Sunday, October 08, 2006

Game review: Take Stock

For those looking for a recreational spin away from the real stock market, a corporate gift idea or stocking filler for the coming holiday season (Macy's were putting up the Christmas Tree decorations last weekend), or something to introduce your kids to the market - there is a game on the market which could be of interest to you, "Take Stock". I am a lurker on Boardgamegeek.com and a big fan of games like Puerto Rico and San Juan - joining the ranks is another trading game, "Take Stock", designed by Simon Hunt and released by Z-Man Games. A couple of weeks ago my wife and I gave the game a spin. The game is a good size to travel with; the game box is small enough to be packed away easily without risk of damaging the cards. The cards are good quality and should survive frequent handling.

The game is quick to set up; you have your market event pile, your share card pile, the five stocks in the center, and the container holding the option chips. We played the 2-player version and each game ran for about an hour. The game is split into 4 rounds. The rounds pass relatively quickly but you will need a piece of paper to keep track of your scores (good for learning multiplication!). During a round, each player takes turns to play cards from their hands. An interesting aspect of the game is the need to act - it is not possible to 'pass' during your turn. At its simplest, the turn starts by drawing a card from the share card pile. This is added to your hand and then either a card is either played to one of the five stocks to raise the price, a discard is used to play a share certificate, or a discard is to play/collect a market event card. The share certificares are part of the same cards used to raise the stock price. The higher stock values also correspond to the higher multiple of stock certificates.





In the first round, the game starts relatively simply as Market Event cards are accumulated in preperation for the later rounds when things can get nasty. Market event cards in the early rounds are best stockpiled for the later rounds when they can do some damage. The initial set up also includes the distribution of 4 option chips, these can be converted to share certificates at the end of the round. It is possible to draw for extra option chips - but this doesn't happen often, so treat these 4 starting options with care.

The option chips are a nice touch since claiming a stock certificate means playing it for all to see. You can use the option chips to acquire shares in a stock which may have been overlooked, or unplayable due to the limit restrictions based on the number of share cards played. Players can only convert x number of share cards to share certificates, based on the highest number of share cards played to any one of the five stocks.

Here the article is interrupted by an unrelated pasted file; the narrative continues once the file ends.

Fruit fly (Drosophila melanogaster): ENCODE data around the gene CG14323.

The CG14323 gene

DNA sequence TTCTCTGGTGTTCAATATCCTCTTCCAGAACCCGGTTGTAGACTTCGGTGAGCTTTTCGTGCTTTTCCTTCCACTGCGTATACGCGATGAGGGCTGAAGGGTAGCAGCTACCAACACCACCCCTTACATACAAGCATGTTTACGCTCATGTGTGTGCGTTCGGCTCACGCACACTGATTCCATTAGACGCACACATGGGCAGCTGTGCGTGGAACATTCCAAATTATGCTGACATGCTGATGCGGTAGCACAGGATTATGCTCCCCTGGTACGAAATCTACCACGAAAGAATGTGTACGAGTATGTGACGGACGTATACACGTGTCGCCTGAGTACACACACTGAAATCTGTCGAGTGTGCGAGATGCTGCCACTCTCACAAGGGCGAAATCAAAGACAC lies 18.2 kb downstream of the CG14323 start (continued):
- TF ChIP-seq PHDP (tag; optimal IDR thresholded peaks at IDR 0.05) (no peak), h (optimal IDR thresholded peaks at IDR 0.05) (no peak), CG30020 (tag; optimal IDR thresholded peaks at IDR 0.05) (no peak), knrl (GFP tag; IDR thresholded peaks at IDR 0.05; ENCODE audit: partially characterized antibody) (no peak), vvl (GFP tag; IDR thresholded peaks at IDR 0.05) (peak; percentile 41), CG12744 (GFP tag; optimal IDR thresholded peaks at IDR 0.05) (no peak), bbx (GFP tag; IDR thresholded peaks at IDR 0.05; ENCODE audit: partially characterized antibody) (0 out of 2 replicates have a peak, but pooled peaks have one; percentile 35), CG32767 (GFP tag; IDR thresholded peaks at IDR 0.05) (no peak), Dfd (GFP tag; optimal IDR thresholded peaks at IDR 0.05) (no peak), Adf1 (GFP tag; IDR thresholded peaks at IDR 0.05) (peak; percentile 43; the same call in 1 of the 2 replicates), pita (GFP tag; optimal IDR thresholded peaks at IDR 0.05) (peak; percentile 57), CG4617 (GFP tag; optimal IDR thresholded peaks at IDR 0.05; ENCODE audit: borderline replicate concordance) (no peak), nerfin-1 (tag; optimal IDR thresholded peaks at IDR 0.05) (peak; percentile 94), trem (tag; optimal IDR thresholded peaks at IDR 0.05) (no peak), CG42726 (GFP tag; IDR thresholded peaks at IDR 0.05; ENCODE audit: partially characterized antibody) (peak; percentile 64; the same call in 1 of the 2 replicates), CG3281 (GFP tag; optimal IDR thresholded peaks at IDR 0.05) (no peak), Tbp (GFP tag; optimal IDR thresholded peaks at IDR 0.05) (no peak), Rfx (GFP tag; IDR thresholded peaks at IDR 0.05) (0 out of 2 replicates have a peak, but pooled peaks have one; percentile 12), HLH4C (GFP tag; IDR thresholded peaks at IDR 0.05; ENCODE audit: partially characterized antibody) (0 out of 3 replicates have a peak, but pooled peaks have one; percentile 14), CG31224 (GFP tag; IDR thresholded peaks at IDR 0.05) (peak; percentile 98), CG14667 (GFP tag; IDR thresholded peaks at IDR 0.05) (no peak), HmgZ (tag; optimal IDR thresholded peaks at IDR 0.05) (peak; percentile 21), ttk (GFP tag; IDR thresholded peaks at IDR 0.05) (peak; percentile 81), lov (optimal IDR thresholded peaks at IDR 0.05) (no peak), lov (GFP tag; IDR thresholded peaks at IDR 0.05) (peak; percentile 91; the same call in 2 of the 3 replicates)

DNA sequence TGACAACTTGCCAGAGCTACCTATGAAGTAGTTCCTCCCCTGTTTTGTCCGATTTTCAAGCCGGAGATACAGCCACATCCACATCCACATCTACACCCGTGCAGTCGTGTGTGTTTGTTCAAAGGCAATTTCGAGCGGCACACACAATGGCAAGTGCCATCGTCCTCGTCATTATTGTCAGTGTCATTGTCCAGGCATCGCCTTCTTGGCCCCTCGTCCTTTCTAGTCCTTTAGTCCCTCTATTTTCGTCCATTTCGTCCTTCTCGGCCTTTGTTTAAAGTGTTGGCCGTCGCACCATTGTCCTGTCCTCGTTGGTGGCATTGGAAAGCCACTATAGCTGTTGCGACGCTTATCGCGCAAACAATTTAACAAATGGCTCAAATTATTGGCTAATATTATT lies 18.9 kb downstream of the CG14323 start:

The stock crash, and a number of other events, are triggered by the Market Event cards. There are two ways to play them - both of which require discarding a card. The initial draw involves a discard from the hand and either drawing 1 card to use later, or 2 cards - one of which is used immediately. The most drastic is the stock market crash which removes a split and/or half of the cards used to bid up the stock price. Other event cards split the stock price, add or take cards from your hand, gain/remove an option, freeze a stock, remove a share card during an "audit", or do nada (which sometimes is the preferred call). The market event cards also contain a Market Close card, which ends the round.

The other ways the round can end is if one of the share prices reaches 11 or 12, or if a player has no more cards in their hand. Then it is a matter of toting up the score, doing some long multiplication and addition, before moving on to the next round. Previous market event cards collected are held over for the next round, while the remaining share cards are returned to the deck, shuffled and dealt before the next round begins.

The ability to hold on to market event cards is a handy feature and if you find yourself in a position where you can't raise the stock price or play a stock certificate, you end up collecting plenty of event cards. To play an event card requires another discard from your hand (so use wisely). It was not uncommon to be left with only a few cards in the hand after playing certificates and/or market events. By the fourth round each player usually has an armory of share splits, freezes, and stock crash cards in reserve.

There is plenty of room for strategy. In one instance I bid up one of the stocks early, causing my opponent to lay out a couple of stock certificates early, before playing a market event which crashed the stock price. Not only did this reduce the net worth of my opponent, but the stock certificates contributed to her limit of playable cards. It bought me a bit of freedom, but may not have been so successful had I employed this tactic in the last round when there are more market events available to play.

In summary, "Take Stock" is a great way to get you away from the world Monopoly, and send you on the way to the alternate boardgame universe.

If you would like further information about this game you can contact the designer, Simon Hunt, or order for the game direct for under $10.




 
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